A VA designed to distinguish malaria from other acute febrile illnesses with overlapping signs and symptoms poses several challenges. The differential diagnosis is broad and includes diseases such as influenza, arboviruses, rickettsiae, infectious causes of meningitis, and bacterial sepsis syndromes (including infection with invasive salmonelloses and leptospirosis).18,19 The probability of a particular pathogen causing illness varies geographically, is dynamic, and may change based on the setting and season. These variations are recognized and can be incorporated into a more precise VA for adult causes of death from acute febrile illness.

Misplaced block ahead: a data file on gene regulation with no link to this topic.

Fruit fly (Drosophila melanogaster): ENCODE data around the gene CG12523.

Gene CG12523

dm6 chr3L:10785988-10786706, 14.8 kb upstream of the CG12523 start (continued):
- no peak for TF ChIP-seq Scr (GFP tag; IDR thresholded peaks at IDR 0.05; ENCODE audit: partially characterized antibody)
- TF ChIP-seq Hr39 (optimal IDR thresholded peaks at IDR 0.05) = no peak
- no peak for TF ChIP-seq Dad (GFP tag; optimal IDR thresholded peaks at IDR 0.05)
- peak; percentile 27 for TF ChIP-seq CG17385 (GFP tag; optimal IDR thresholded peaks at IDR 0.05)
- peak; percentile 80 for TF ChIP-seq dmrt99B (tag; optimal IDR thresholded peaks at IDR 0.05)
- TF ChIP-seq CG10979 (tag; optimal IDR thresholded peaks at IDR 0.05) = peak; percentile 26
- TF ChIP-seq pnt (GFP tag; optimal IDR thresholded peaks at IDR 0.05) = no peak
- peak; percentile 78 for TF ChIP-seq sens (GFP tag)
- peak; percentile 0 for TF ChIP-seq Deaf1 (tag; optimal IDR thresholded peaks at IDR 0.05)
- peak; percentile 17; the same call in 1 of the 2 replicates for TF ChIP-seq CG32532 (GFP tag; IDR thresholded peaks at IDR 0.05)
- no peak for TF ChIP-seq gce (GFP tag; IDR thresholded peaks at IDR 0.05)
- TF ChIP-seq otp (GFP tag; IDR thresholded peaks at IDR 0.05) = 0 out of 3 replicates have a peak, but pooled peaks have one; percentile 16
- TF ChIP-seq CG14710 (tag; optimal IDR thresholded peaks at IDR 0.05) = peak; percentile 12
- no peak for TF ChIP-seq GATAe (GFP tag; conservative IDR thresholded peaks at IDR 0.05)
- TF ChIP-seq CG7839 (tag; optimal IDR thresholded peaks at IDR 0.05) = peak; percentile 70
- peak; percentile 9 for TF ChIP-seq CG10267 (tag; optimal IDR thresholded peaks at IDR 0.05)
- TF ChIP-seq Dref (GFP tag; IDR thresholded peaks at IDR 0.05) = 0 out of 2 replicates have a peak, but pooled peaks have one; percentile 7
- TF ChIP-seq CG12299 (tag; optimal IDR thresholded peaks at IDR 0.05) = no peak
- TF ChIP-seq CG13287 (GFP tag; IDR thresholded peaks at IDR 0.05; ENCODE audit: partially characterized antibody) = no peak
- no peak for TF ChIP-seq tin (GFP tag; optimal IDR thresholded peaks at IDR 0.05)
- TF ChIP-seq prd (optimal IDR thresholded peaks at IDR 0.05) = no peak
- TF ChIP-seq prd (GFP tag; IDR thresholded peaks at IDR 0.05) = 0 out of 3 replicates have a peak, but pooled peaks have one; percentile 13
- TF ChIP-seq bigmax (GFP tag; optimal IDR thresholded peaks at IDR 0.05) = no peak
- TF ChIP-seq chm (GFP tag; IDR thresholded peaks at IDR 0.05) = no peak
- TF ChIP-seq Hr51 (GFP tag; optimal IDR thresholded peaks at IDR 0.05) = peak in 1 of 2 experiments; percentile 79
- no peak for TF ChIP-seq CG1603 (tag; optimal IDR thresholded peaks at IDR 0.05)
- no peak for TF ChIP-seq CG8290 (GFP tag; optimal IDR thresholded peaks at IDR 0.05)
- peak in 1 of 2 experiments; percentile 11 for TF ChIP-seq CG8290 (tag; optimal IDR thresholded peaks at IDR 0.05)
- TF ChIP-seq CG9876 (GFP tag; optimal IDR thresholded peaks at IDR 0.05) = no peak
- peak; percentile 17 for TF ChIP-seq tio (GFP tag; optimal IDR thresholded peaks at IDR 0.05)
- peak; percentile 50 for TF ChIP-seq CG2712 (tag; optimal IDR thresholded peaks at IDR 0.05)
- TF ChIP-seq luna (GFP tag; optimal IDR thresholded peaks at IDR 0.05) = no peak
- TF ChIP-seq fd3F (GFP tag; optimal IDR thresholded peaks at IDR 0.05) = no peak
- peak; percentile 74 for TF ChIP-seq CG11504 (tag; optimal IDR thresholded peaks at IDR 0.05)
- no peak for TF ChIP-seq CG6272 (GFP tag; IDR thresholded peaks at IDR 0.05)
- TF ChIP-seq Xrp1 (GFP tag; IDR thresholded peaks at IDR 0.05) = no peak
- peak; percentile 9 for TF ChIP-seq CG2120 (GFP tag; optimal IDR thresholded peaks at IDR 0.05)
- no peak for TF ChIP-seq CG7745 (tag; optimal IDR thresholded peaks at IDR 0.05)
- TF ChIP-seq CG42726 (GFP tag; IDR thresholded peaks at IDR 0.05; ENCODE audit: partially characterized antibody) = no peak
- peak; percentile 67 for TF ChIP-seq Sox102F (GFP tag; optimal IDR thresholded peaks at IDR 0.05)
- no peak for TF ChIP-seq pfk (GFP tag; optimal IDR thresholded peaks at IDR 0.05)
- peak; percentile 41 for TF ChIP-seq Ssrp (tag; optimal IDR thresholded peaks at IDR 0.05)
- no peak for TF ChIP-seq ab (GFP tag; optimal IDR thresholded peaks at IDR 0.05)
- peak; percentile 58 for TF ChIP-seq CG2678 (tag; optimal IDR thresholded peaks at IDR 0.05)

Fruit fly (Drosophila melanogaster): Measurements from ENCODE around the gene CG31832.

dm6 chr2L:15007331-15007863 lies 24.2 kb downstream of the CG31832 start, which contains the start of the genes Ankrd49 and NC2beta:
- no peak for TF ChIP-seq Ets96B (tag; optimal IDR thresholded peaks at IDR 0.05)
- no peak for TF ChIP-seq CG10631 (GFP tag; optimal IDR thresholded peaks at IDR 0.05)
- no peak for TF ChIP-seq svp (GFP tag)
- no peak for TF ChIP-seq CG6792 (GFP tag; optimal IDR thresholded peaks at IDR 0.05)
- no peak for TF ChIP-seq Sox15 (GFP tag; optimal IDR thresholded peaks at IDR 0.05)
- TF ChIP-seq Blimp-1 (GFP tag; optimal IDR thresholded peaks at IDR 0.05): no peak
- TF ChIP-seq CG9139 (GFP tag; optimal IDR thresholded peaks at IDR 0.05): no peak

Ideally, a malaria-specific VA would be based on observations of home deaths with no medical attention, but, for obvious reasons, such information is almost nonexistent. Some severe malaria patients do reach hospitals in low-resource areas, some dying and some surviving. In addition to useful information in the clinical records of such cases, the clinicians and nurses who have cared for these patients can provide valuable observations of signs and symptoms to inform the VA instrument. Other data sources exist as well. Some published literature describes hospital-based adult malaria deaths in Africa and Asia. Equally valuable (and more numerous) are clinical descriptions representing both survival and death from malaria in intensive care units (ICUs) in high-income countries, of both nonimmune returning tourists and semi-immune African and Asian nationals arriving in the new country and quickly falling gravely ill.20,21 These are individuals who may well survive but would almost certainly die without the kind of support provided in an ICU, such as renal dialysis, mechanical ventilation, or vasopressors.